Brogues and Black Comedy: A Review of The Beauty Queen of Leenane

Irish brogues, psychotic breakdowns, and the question of “Oh my gosh, am I becoming my mother?” are all just a small part of what you will find in Nazareth College’s Theatre and Dance Department’s production of the darkly comedic play, The Beauty Queen of Leenane.

Originally premiering in Galway, Ireland, The Beauty Queen of Leenane, by Irish playwright Martin McDonagh, had successful runs both on the West End and Broadway, earning an Olivier nomination for best play, and six Tony nominations for the respective productions.  The play is set in 1990’s Western Ireland and follows the lives of Maureen Folan (Claire Ganem), a 40 year old spinster living with her onerous, manipulative mother, Mag (Alexus Maxam). When love interest, Pato Dooley (Demetrio Alomar), shows up this already strained relationship between mother and daughter is put to the test in this black comedy.

The cast, as a whole, gives strong performances, but it is the leading ladies – or perhaps lasses, in this case – who truly deliver the most compelling performances.  Senior, Claire Ganem, plays Maureen Folan, a 40 year old virgin, and primary caregiver of her ailing mother. Alexus Maxam, also a senior, plays opposite of Ganem as the nagging, elderly, Irish mother, Mag Folan, whose pestering demands of her daughter are veiled with a heavy dose of Irish-Catholic guilt.

Though the character of Mag ages Maxam by nearly half a century, Maxam commands the stage with a matriarchal air, and captivates even in prolonged silences. With guilt-inducing demands, humourous forgetfulness, and a sharp tongue, Maxam captures the essence of the aging Mag, and gives an especially heart-wrenching performance in her final scenes of the play. Ganem also carries her own, as her stressed demeanor and impatient insults truly show the frustrations Maureen faces caring for her mother.  Ganem’s psychotic breakdown at the end of Act 2, particularly, shows the vast emotional range Ganem brought to the character.While separately, both actresses give exceptional performances, it is the mother-daughter relationship that they create onstage that truly carries the show.  The almost parasitic dependency of the relationship lends itself to a darkly humorous dynamic between mother and daughter, a dynamic beautifully and tragically captured by both Ganem and Maxam.

Freshmen, Demetrio Alomar gives a comparable performance as the flirtatious, nervous, Pato Dooley, though at times the performance seems forced, especially during his monologue at the top of Act 2, where his lines feel ingenuine and his Irish brogue waivers noticeably.  The standout performance for Alomar comes during his scenes with both Maxam and Ganem, as he humorously tries to diffuse the awkward situation between mother and daughter.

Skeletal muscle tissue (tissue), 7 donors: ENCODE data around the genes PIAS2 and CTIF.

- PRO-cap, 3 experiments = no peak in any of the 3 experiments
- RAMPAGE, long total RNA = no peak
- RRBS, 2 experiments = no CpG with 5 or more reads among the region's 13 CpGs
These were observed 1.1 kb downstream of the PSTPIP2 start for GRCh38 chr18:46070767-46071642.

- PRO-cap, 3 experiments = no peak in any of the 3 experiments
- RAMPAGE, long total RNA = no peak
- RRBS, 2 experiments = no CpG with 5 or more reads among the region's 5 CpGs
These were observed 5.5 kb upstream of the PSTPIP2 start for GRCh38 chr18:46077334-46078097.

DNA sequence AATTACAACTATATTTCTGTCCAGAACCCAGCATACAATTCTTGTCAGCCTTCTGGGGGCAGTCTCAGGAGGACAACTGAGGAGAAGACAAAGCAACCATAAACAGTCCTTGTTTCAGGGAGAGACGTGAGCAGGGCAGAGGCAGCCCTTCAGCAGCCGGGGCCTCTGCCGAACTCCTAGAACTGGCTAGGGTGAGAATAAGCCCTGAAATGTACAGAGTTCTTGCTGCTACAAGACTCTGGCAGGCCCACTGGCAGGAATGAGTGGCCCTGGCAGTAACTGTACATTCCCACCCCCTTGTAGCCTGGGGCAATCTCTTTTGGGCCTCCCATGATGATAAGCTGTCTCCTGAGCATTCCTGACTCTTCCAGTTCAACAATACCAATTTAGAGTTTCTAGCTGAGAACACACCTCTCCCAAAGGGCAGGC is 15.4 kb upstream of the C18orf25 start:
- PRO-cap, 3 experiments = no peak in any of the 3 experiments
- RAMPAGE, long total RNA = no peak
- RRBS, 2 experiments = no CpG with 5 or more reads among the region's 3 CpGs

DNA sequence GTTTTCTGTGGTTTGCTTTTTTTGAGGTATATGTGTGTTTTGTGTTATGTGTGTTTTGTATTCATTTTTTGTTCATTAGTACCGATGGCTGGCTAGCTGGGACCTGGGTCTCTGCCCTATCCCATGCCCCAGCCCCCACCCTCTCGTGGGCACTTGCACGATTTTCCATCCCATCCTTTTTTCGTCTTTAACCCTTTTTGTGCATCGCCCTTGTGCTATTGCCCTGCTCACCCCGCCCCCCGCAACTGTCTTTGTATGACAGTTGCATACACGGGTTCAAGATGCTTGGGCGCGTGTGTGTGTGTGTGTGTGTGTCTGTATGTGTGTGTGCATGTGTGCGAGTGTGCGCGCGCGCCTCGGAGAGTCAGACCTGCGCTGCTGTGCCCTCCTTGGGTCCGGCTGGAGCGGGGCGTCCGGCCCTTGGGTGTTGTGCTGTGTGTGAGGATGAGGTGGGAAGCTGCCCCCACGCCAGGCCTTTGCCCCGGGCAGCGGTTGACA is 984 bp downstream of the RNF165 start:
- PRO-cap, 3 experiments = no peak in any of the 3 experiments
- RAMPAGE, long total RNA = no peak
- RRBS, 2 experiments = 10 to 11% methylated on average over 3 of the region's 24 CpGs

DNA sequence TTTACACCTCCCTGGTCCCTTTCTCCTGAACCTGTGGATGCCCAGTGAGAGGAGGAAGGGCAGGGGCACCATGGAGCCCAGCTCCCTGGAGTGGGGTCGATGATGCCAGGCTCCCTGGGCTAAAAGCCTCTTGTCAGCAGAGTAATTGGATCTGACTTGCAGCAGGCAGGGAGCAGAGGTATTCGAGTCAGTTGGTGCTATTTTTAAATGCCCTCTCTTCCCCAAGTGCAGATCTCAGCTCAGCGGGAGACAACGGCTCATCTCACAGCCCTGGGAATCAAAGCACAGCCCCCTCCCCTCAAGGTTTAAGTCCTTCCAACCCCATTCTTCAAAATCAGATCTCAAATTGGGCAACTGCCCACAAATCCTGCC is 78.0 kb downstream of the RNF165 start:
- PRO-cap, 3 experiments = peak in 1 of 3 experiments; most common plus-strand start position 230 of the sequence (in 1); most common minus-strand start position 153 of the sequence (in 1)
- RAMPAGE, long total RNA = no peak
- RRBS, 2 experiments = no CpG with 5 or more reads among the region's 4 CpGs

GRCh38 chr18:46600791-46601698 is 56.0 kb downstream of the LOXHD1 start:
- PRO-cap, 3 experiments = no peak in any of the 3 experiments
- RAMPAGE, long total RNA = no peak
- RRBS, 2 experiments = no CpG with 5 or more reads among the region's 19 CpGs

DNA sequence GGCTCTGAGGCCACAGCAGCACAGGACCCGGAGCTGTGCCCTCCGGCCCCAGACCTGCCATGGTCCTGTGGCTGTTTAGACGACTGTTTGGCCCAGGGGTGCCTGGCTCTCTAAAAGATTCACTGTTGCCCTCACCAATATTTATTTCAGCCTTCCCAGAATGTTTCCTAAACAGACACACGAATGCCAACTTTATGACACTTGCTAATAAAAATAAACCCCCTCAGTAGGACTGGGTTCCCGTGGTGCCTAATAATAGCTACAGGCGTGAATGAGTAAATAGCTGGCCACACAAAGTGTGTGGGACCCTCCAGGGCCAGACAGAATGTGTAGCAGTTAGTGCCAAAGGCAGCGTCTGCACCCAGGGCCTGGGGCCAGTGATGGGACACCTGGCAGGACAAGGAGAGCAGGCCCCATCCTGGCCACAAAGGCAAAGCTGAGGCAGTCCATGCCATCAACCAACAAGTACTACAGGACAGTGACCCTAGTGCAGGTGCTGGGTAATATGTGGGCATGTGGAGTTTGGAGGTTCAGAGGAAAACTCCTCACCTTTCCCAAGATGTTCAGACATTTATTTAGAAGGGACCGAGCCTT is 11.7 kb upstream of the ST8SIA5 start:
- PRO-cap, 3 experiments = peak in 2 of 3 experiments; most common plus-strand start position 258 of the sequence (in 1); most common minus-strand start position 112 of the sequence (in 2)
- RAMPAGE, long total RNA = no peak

Rounding out this cast of 4 is senior, Joshua Feldman as the goofy, spastic, Ray Dooley. Though Feldman’s performance becomes almost melodramatic at times, it also becomes the source of many comedic moments throughout the show.

Under the direction of Dr. Matt Ames, the production feels very similar to his previously directed production of Tribes in the spring of last year – a dark comedy surrounding a broken family, struggling with their off-kilter familial dynamics.  While both productions are, and were, directorially sound, it would be be nice to see some diversity between productions. The set design by Allen Shannon, much like the production itself, does have a familiarity harkening back to Tribes, but is well done, nonetheless. The set depicts the Folan’s living room  and kitchen complete with a sink with running water.  The small details of the set are what truly make it so well designed, with  Irish poems hanging on the wall, portraits of JFK, and Catholic art and statues scattered throughout.

Though, subtle, it was the lighting design by Emily Stork that truly became a highlight of the production.  From the lighting outside the windows, giving the appearance of natural light throughout the day, to the stunning use of LED’s at the bottom of Act 2, the design was a gorgeous addition to the show, that should not go unnoticed.

McDonagh’s The Beauty Queen of Leenane poses a great many challenges for any cast, from the Irish accents needed from the actors, to the emotional range of the characters, and the cast at Nazareth College does an admirable job in their production.


The Beauty Queen of Leenane will run until Sunday, February 19th, with performances on Thursday and Friday at 7:30P.M. and Sunday at 2:00P.M. Tickets start at $10 and are free to Nazareth College students with a Naz ID.

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